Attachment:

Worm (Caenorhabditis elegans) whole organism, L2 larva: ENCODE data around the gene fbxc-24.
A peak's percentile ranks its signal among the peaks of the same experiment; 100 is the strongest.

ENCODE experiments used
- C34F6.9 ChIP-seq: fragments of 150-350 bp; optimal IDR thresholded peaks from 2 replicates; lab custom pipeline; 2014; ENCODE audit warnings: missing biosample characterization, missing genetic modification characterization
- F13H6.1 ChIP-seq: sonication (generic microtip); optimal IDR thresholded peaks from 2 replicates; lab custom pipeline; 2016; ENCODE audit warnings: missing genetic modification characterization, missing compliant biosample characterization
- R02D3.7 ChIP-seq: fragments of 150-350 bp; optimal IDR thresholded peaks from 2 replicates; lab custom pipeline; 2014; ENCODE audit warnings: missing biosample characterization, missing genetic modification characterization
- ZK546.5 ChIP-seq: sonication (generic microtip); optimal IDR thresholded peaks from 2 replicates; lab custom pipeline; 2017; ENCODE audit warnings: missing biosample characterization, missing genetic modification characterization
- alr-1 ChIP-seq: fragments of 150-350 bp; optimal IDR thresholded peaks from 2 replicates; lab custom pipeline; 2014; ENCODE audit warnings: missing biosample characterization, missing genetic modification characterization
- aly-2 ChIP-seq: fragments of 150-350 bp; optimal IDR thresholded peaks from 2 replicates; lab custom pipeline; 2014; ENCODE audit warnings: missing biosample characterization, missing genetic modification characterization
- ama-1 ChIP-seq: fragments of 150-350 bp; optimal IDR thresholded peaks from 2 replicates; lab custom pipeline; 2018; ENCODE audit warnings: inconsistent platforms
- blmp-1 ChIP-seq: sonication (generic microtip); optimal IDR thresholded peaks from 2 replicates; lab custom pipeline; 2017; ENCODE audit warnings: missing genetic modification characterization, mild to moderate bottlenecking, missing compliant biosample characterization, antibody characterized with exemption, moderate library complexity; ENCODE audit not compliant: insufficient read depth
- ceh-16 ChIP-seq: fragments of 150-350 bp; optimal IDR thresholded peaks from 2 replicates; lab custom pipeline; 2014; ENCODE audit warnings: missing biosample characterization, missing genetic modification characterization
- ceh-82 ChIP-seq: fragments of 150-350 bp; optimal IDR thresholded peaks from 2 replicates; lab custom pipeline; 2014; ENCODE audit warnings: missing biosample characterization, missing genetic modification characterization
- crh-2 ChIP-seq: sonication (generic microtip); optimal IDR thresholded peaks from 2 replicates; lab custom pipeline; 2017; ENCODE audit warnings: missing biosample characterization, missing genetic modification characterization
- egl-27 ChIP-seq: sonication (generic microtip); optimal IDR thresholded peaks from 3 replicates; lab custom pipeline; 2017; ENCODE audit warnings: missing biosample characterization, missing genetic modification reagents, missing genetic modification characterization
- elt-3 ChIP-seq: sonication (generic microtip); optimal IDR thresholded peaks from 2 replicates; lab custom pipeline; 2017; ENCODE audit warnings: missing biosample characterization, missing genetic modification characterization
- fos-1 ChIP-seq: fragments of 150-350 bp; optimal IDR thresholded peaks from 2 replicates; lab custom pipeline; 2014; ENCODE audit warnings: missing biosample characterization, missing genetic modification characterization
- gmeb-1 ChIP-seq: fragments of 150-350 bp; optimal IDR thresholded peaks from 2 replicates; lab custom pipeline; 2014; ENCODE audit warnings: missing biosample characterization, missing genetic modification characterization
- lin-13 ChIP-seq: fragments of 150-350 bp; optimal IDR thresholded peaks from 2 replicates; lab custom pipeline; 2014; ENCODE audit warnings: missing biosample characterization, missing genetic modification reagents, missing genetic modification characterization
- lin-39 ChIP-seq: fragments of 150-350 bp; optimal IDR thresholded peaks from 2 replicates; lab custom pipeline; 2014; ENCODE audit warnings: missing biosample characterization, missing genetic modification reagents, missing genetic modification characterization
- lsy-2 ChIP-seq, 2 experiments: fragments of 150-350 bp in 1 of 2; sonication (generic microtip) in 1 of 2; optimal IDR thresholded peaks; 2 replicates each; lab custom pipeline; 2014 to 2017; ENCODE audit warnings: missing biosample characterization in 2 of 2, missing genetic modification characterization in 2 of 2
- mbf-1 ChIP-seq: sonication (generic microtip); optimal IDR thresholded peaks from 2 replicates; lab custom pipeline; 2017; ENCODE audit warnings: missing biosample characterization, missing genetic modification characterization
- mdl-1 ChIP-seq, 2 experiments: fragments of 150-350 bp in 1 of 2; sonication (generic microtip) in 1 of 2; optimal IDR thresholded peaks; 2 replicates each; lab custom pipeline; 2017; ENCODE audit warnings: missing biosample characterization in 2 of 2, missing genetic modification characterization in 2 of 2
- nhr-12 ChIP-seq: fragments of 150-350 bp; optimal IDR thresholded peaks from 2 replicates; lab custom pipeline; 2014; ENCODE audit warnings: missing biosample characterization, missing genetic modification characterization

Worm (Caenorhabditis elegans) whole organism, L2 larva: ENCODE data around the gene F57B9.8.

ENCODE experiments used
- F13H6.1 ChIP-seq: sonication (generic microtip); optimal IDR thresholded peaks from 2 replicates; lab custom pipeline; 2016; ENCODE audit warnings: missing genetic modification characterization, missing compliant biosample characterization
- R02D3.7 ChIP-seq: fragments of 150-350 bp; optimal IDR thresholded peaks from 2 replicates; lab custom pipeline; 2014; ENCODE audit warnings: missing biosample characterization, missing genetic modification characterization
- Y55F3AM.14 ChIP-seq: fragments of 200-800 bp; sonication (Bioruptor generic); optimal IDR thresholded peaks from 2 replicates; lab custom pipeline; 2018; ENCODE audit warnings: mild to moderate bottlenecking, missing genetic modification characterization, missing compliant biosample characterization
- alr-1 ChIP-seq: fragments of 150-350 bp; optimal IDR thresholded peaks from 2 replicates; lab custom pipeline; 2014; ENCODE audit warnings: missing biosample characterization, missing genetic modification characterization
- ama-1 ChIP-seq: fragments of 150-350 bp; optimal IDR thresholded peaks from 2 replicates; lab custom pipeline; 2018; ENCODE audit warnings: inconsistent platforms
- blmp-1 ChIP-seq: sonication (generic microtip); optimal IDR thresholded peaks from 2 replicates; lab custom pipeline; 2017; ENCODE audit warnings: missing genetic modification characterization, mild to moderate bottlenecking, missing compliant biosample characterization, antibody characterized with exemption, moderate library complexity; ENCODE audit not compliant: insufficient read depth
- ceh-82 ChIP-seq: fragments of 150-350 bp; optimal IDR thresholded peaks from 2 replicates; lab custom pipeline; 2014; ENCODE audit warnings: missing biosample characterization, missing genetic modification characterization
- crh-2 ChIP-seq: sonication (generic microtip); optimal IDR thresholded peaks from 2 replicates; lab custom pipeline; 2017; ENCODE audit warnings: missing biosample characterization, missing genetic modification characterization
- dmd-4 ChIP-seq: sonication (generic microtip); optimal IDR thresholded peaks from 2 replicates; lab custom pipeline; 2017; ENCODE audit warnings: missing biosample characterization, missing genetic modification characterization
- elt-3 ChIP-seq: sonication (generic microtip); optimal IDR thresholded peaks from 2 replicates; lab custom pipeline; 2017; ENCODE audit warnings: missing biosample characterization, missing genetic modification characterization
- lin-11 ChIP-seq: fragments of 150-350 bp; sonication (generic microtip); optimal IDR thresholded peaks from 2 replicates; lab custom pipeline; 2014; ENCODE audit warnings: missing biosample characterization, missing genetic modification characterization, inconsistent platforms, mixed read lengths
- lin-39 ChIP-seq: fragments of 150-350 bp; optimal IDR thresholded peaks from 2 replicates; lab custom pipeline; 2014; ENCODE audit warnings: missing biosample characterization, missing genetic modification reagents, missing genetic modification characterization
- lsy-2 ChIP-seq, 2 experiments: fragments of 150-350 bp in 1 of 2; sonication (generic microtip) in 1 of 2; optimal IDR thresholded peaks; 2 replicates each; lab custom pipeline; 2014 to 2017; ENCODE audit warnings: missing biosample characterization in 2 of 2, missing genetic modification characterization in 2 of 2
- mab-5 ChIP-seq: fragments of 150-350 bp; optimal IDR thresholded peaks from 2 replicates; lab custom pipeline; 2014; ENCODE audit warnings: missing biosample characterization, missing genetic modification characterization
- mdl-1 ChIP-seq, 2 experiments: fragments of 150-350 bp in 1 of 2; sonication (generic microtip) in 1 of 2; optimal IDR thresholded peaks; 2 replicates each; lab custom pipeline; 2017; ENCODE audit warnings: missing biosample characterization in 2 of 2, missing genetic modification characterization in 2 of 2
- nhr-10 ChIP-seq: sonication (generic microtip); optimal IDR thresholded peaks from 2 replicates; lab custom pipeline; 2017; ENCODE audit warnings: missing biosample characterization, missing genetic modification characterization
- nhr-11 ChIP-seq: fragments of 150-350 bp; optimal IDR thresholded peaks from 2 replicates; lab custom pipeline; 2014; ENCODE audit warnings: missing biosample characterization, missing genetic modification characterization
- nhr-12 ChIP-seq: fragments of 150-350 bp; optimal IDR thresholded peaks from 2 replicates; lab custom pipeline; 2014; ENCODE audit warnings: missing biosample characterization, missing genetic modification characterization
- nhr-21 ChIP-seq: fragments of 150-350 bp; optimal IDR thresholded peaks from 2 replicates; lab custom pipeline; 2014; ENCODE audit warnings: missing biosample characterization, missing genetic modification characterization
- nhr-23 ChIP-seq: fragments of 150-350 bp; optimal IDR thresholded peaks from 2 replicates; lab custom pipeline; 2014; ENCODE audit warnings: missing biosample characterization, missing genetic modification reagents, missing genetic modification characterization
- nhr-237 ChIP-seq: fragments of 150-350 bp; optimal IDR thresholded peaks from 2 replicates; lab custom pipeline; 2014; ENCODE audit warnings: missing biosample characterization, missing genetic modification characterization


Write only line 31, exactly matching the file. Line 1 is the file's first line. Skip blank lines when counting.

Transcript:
- ama-1 ChIP-seq: fragments of 150-350 bp; optimal IDR thresholded peaks from 2 replicates; lab custom pipeline; 2018; ENCODE audit warnings: inconsistent platforms